Of course, braid manufacturers expected this need for increased labor for larger machines. Similarly, though, the braid manufacturers expected an increase in material production on larger machines and although this increase in material output was discovered for large production runs, long runs were not found to be the standard. The old paradigm applied to standard braiding in which the product mix was well-defined (candlewick, fishing line, cordage, etc), so production runs were long and guaranteed, did not apply to the new markets for which structural braids are required. Instead, it was discovered that the Megabraider machinery produced such large amounts of braided material in a small amount of time, that one run would sate a customer's needs for that particular braid for a long period of time. Therefore, since demand for one particular product was not as frequent, the repeated setups of one product were not necessary. And without the repetition of specific machine setups, continual optimization of the setup and a consequent reduction in labor was denied. Furthermore, new processing techniques were required to enable proper formation of large braids. Achieving appropriate braid formation is more difficult for large diameter braids due to the increased number of yarn crossings and the accompanying rise in yarn to yarn friction. As a result, not only was time between setups quite long due to the large machine size, the setup activities tended to take place at a high point on the learning curve.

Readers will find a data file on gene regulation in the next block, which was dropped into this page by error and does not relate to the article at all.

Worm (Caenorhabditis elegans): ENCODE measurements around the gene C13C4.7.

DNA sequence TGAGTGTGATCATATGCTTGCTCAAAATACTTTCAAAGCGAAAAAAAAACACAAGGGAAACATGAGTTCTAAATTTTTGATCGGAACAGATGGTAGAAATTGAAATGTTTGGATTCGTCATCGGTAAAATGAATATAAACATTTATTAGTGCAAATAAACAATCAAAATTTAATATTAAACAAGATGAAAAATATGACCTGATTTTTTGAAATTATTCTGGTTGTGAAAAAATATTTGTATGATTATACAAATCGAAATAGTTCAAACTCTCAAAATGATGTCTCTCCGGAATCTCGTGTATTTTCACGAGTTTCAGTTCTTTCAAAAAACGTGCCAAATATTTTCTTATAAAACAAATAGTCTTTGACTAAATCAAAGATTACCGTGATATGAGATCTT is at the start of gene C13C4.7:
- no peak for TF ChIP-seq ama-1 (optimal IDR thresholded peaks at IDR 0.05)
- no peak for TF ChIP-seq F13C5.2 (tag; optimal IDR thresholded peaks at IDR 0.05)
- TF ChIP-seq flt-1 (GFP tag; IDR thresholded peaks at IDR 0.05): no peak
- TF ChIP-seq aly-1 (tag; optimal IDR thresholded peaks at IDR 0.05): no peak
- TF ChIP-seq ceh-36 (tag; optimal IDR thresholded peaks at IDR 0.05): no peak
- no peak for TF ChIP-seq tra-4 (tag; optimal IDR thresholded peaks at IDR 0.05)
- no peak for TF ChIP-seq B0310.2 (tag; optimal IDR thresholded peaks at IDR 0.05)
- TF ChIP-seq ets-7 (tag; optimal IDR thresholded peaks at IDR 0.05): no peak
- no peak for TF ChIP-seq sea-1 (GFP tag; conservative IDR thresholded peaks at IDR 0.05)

The goal in manufacturing structural braids is to enable the automated fabrication of preforms that heretofore have been constructed by hand. As with any other automated preform construction, the braiding of net shape preforms needs to bring the same architectural features as those found in the hand lay-up process, while providing the economic efficiencies found with automated methods of manufacture, such as filament winding or fiber placement. The architectural requirements include:
Typical hand lay-up composite preforms are composed of many lamina (layers) of various orientations that are engineered to provide the desired mechanical properties for the structure. Triaxial braid architectures (architectures containing a third set of yarns in the axial direction, shown in comparison to biaxial braid in Figure 2) can generate identical mechanical properties and have the added benefit of providing these properties within a single layer construction along with an intended reduction in interlaminar stresses. Yet, the previous generation of equipment is best suited for the braiding of biaxial constructions. When produced on standard braiders, triaxial braids often exhibit damage to the axial fibers, slight yet structurally significant misorientations, and oil contamination.